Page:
2. David Xanatos
He was designed to be a heroic character, and he was cast as the villain of the piece. That, right there, is what makes this character so brilliant. He has so many positive qualities, so many admirable traits. He's smart, he's cool, he's suave, he's practical, he knows his priorities, he doesn't sweat the small stuff, he doesn't hold a grudge; the titled heroes have more personality flaws than he does! But he is also incredibly ruthless, and while he's not evil, he is incredibly amoral. He seems to be the walking personification of Frederick Nietzsche's ubermensch when one stops to think about it. And he is awesome.
I am actually struggling here, what more can be said about David Xanatos that hasn't already been said? He's designed many tropes all by himself. There was never a villain like him in animation before, and even after he's left, there still has never been anyone quite like him. He doesn't surround himself with dimwitted henchmen and beat them up and scream when they fail. No, quite the opposite, he is always surrounded by incredibly competent people. His assistant and majordomo, Owen Burnett comes to mind. And he so rarely loses. In sixty-five episodes, and eighteen comics, I can count the number of actual losses on one hand. Aside from that, he always comes out on top. Always. But when he doesn't, he doesn't throw a fit and scream, he shrugs it off and moves on to the next plan. There are always contingencies. This guy is the coolest guy in the series.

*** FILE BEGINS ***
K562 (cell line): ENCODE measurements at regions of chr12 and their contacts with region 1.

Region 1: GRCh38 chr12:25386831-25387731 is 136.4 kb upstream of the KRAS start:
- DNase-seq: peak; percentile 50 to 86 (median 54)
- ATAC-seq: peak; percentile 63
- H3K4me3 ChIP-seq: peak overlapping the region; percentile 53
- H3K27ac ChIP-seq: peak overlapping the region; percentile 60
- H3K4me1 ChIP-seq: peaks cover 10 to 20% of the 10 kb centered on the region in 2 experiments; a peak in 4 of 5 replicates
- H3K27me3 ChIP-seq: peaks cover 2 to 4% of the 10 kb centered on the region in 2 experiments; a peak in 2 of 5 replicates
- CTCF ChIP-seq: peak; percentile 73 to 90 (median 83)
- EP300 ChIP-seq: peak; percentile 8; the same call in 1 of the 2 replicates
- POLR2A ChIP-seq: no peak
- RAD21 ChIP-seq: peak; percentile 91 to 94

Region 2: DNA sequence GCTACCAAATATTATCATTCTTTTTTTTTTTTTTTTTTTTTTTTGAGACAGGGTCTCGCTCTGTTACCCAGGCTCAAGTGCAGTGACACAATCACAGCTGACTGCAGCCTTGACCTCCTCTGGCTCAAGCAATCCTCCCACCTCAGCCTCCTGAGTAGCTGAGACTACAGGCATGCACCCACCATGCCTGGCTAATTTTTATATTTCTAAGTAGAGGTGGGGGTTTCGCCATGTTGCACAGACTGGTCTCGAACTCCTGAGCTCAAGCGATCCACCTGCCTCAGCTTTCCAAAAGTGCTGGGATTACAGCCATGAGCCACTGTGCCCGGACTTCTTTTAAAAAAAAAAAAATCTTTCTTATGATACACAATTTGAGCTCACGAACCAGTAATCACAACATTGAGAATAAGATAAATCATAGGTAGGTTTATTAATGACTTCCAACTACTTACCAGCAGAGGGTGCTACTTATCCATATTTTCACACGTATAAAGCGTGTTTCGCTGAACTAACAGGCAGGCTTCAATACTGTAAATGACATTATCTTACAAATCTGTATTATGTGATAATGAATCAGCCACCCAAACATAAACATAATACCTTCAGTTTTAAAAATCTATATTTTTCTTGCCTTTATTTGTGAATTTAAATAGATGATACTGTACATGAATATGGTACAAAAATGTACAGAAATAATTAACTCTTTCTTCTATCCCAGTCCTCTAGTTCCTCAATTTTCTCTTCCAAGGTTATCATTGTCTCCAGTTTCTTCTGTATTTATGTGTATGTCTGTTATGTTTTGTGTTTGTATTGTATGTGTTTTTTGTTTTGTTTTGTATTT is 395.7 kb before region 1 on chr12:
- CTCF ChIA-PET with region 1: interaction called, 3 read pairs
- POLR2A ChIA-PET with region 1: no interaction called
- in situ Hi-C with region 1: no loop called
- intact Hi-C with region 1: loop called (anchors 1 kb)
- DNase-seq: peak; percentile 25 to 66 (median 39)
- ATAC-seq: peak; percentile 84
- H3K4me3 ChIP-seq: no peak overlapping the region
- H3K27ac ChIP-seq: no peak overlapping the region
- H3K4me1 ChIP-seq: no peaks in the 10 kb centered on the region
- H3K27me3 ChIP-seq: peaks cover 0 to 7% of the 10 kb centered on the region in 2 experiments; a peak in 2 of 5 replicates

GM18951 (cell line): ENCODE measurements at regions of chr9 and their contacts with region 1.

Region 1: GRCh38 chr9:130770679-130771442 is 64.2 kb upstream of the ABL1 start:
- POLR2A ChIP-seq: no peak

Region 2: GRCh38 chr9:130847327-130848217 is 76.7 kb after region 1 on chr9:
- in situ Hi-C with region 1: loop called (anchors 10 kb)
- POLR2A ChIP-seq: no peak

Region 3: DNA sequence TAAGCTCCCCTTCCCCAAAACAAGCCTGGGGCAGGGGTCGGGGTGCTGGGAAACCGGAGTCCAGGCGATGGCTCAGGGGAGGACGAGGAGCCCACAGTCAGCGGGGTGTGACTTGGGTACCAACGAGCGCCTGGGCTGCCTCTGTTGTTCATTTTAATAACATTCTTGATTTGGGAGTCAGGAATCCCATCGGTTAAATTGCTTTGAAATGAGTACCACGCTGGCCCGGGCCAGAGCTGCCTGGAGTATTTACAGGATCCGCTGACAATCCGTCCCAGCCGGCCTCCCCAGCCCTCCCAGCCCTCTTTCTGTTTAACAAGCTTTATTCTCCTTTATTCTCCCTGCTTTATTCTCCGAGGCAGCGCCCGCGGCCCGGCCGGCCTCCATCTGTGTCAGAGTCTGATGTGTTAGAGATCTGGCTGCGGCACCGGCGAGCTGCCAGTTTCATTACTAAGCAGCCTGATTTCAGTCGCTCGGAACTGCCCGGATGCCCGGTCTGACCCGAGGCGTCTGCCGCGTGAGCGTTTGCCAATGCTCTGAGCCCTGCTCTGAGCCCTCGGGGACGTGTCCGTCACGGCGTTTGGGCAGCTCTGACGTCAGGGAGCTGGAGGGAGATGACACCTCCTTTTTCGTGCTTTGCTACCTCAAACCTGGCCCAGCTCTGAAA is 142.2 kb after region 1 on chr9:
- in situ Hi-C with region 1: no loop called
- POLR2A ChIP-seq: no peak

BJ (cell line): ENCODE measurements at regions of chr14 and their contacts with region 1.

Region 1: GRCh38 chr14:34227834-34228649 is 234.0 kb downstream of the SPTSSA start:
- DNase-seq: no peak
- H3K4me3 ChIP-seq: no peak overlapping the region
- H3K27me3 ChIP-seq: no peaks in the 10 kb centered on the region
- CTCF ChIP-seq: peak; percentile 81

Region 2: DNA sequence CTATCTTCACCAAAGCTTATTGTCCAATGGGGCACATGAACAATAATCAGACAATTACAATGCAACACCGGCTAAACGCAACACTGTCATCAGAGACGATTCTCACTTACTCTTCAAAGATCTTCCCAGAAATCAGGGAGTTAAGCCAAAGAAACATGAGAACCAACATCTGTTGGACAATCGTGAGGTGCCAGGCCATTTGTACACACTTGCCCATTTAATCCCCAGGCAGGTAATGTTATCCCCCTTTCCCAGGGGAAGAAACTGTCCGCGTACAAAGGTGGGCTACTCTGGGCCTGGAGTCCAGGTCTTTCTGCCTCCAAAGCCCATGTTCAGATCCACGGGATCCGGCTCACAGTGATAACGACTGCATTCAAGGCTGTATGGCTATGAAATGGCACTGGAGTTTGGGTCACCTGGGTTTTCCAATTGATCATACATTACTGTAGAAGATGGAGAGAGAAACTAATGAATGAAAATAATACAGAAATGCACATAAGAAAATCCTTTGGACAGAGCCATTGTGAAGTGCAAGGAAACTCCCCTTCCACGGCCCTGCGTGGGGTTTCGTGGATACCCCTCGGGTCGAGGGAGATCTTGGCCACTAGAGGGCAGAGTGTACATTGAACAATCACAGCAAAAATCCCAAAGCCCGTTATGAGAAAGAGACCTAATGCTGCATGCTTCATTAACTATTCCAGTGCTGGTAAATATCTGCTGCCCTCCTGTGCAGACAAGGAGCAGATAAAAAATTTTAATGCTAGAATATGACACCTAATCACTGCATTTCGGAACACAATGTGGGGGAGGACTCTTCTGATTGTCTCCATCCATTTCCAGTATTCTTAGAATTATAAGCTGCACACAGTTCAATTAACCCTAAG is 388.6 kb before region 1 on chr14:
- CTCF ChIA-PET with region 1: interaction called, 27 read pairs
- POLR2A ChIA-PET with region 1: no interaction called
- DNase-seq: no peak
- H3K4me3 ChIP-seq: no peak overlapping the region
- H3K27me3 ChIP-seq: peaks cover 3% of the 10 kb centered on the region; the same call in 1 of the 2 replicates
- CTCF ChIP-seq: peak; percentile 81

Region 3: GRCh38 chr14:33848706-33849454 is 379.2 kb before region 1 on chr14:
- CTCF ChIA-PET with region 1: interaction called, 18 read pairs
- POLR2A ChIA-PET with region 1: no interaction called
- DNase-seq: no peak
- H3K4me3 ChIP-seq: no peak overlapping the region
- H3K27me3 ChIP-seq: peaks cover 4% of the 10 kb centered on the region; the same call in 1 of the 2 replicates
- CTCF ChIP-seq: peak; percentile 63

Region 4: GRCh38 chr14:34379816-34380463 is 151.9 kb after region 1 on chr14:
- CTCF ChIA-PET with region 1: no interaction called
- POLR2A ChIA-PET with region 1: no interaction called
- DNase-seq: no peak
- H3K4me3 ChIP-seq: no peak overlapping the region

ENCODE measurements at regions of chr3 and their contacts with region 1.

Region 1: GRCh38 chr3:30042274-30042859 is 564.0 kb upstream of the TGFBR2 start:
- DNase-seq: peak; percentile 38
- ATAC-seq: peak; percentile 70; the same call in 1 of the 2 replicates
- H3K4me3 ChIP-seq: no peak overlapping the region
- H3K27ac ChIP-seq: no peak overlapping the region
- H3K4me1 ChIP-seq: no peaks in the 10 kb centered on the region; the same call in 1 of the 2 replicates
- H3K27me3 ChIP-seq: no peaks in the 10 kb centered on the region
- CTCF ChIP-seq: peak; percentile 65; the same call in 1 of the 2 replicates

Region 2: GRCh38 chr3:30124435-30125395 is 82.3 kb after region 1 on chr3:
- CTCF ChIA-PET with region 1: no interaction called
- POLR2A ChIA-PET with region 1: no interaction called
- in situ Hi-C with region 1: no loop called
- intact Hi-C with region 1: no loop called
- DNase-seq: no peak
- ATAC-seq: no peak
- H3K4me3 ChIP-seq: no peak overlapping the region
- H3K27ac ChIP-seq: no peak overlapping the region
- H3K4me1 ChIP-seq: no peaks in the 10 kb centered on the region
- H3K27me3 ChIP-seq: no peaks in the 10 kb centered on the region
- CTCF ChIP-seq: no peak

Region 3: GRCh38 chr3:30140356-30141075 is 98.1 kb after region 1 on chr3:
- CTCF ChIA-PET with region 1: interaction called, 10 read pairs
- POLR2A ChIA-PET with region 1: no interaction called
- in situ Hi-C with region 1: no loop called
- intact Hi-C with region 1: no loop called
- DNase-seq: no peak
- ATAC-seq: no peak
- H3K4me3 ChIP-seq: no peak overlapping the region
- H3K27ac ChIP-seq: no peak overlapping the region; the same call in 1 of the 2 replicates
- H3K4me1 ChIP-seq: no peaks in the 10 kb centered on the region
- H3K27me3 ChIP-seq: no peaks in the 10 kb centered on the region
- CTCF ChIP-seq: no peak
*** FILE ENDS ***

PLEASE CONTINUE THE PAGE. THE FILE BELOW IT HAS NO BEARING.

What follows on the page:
His character arc throughout the series is brilliant. I love his rivalry with Goliath, and I love how he doesn't hate or even dislike Goliath. He likes Goliath a lot, admires him, and regards him with what I can best call a mix of interest and benign amusement. That's far more interesting than Megatron's hatred for Optimus Prime. And I really love how Goliath would often use the word "evil" to describe Xanatos. Sure, Xanatos has done some evil things, but Goliath's view of him for the longest time was very two-dimensional. It almost represents how most audiences, especially in animation, were trained to view the villain. No, Xanatos wasn't a Dark Lord, or a diabolical evil. He was simply a trickster. A human trickster.
While Xanatos and Goliath seem to have made some form of peace, that still didn't make Xanatos one of the good guys! I love that! In a way, he's still the enemy, and now the gargoyles are living with him, and they know it! He still has plans and schemes, and while he likes the gargoyles and helps them out, that doesn't stop him from manipulating them to his own ends, or even working against them. And best of all, as far as Xanatos is concerned: it's nothing personal.
I also have to give a ton of credit to the performance of Jonathan Frakes. He made Xanatos sound so sophisticated, fun, and erudite.
David Xanatos, he should run a seminar on villainy. Often imitated, never duplicated.
Demona is the clear number one on this list, for reasons both grounded and very esoteric at the same time. At the most minimal of glances, she seems very typical. We've seen genocidal human haters before. But scratch the surface, even a little, and we get the deepest creation of not only the series, but one of the deepest creations in the realm of fiction. I'm going to say this now, and roll your eyes all you want, but Demona would not be the slightest bit out of place in Russian literature. Or William Shakespeare's for that matter. I love this character.